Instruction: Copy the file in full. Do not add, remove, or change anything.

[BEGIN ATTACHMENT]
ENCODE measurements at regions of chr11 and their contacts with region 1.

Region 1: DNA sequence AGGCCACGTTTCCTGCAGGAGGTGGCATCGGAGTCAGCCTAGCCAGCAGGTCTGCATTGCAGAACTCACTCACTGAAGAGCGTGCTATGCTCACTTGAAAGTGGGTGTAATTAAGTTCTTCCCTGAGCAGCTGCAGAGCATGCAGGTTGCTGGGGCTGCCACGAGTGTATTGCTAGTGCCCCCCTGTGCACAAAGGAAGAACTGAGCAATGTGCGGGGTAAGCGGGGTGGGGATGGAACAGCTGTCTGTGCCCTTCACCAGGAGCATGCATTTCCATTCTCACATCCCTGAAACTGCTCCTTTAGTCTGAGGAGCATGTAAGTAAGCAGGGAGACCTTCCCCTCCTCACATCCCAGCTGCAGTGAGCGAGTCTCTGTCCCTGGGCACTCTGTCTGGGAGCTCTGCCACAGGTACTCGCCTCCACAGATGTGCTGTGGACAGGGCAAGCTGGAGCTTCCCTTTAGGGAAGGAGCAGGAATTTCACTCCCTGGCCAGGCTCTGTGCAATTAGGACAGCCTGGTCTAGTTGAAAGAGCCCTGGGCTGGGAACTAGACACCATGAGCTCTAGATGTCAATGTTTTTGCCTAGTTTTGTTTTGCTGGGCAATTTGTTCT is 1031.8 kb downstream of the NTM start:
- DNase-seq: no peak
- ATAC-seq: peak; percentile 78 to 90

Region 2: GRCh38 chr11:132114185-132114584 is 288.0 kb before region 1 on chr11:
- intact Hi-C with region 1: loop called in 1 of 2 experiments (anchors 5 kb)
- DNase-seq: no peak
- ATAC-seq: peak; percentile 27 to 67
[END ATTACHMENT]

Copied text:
ENCODE measurements at regions of chr11 and their contacts with region 1.

Region 1: DNA sequence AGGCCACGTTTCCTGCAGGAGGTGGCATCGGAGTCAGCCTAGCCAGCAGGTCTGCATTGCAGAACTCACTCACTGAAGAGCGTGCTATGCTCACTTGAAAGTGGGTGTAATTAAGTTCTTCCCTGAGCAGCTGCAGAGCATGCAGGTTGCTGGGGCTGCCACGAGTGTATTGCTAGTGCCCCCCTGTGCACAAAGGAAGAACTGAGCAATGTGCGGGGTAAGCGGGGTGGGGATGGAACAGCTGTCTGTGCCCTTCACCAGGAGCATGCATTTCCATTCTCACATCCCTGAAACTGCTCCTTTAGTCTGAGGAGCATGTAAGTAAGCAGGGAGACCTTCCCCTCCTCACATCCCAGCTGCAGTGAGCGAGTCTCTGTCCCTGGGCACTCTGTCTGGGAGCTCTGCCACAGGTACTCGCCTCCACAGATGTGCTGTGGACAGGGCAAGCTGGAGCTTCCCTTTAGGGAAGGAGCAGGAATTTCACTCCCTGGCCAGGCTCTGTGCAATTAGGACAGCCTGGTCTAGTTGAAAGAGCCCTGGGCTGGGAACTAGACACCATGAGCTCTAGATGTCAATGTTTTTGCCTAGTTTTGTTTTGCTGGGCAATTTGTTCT is 1031.8 kb downstream of the NTM start:
- DNase-seq: no peak
- ATAC-seq: peak; percentile 78 to 90

Region 2: GRCh38 chr11:132114185-132114584 is 288.0 kb before region 1 on chr11:
- intact Hi-C with region 1: loop called in 1 of 2 experiments (anchors 5 kb)
- DNase-seq: no peak
- ATAC-seq: peak; percentile 27 to 67